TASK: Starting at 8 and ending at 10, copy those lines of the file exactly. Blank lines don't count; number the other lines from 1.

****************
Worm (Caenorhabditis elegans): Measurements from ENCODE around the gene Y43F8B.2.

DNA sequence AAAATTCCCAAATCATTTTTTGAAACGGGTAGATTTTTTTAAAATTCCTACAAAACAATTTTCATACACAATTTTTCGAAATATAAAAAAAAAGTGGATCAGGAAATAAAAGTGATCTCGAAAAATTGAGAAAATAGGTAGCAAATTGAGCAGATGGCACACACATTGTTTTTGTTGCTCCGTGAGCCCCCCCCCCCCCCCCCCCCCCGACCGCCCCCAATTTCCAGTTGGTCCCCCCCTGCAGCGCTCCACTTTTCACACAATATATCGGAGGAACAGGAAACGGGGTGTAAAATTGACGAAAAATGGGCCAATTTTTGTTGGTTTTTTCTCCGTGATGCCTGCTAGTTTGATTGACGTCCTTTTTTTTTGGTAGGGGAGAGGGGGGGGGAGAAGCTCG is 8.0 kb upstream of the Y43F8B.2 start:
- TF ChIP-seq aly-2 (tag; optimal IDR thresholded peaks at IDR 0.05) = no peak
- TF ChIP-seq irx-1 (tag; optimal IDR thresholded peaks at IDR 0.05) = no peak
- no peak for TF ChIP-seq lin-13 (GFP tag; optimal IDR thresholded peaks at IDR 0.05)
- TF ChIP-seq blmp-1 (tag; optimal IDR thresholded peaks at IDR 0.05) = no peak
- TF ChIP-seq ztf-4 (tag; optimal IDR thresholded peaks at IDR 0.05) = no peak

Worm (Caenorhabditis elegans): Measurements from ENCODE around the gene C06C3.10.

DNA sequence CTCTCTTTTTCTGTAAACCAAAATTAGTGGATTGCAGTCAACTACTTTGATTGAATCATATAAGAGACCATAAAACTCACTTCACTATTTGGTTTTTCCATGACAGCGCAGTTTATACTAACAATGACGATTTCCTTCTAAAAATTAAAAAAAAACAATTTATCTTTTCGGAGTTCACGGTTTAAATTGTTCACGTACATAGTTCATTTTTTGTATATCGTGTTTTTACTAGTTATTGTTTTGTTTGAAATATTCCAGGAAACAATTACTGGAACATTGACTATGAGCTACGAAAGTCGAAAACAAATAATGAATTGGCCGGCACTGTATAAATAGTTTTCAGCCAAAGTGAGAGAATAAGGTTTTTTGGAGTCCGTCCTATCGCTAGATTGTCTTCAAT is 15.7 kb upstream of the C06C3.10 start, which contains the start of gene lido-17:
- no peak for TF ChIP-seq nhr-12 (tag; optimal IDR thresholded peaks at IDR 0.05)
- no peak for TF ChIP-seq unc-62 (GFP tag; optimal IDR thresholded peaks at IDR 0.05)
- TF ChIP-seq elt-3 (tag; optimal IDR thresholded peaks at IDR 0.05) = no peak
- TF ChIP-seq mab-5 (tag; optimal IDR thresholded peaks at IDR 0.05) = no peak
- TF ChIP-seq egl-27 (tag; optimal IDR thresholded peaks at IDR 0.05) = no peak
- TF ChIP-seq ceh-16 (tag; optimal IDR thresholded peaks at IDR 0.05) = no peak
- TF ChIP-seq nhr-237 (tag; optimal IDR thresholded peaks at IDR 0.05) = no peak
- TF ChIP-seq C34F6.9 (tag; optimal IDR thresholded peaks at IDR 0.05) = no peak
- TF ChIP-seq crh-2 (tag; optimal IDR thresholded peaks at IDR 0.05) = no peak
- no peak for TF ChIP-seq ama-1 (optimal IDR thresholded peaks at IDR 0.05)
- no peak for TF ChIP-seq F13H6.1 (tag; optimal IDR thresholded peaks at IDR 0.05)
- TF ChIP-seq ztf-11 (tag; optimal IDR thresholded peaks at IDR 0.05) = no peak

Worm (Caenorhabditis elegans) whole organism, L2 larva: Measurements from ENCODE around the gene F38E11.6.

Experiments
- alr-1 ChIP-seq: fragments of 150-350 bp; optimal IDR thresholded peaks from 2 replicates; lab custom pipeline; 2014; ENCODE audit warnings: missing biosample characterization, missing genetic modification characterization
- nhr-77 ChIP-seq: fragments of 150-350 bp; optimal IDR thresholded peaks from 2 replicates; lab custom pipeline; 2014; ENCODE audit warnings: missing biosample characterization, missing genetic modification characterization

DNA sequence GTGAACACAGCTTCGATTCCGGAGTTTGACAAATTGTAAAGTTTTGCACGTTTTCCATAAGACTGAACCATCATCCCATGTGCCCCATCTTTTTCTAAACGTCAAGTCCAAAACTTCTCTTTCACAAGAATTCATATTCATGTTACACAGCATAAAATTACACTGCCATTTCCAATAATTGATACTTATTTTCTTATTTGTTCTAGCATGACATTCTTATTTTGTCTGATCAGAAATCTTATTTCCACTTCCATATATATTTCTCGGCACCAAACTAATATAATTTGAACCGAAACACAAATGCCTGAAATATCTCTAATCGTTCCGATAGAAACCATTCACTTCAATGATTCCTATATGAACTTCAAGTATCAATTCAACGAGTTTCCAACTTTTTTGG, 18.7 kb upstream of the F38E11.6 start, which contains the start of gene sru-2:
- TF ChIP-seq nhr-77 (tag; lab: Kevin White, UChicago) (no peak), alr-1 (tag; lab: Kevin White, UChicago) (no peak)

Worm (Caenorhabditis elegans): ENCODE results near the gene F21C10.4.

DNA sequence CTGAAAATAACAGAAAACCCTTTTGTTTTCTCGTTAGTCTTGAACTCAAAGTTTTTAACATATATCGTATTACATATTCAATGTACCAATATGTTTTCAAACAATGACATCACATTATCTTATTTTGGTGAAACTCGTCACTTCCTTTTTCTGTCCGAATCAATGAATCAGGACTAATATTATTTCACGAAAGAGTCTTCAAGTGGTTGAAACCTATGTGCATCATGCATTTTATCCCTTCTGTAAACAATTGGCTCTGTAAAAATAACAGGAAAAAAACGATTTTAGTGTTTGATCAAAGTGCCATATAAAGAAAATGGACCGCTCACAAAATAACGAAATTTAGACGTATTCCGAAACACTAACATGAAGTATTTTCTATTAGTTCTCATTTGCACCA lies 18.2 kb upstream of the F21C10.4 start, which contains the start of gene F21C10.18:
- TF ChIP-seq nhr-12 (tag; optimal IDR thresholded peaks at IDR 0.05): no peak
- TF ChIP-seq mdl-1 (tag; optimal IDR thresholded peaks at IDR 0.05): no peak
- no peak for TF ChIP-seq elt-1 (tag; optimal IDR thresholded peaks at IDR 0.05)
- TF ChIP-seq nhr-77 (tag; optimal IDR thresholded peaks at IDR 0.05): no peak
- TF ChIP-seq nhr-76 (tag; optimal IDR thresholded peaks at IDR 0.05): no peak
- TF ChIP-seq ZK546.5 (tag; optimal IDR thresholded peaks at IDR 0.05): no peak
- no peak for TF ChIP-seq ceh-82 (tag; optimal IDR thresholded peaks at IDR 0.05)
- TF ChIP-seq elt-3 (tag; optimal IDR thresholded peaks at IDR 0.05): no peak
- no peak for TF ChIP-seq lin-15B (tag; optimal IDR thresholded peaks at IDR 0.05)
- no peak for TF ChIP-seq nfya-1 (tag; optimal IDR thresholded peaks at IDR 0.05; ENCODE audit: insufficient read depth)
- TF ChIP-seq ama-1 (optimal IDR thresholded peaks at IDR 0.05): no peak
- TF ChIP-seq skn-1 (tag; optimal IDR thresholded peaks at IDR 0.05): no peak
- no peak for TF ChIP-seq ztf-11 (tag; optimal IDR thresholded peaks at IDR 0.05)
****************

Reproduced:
Worm (Caenorhabditis elegans): Measurements from ENCODE around the gene C06C3.10.

DNA sequence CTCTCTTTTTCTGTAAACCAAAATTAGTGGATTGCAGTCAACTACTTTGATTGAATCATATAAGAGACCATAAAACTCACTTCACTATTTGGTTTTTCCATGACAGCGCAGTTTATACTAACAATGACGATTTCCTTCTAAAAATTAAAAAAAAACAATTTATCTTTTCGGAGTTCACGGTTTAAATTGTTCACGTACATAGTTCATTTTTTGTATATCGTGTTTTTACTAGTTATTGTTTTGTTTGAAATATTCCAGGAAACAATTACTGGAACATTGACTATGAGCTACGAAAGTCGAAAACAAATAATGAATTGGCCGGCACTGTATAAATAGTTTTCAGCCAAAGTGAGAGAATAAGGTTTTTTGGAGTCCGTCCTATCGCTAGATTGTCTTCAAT is 15.7 kb upstream of the C06C3.10 start, which contains the start of gene lido-17:
- no peak for TF ChIP-seq nhr-12 (tag; optimal IDR thresholded peaks at IDR 0.05)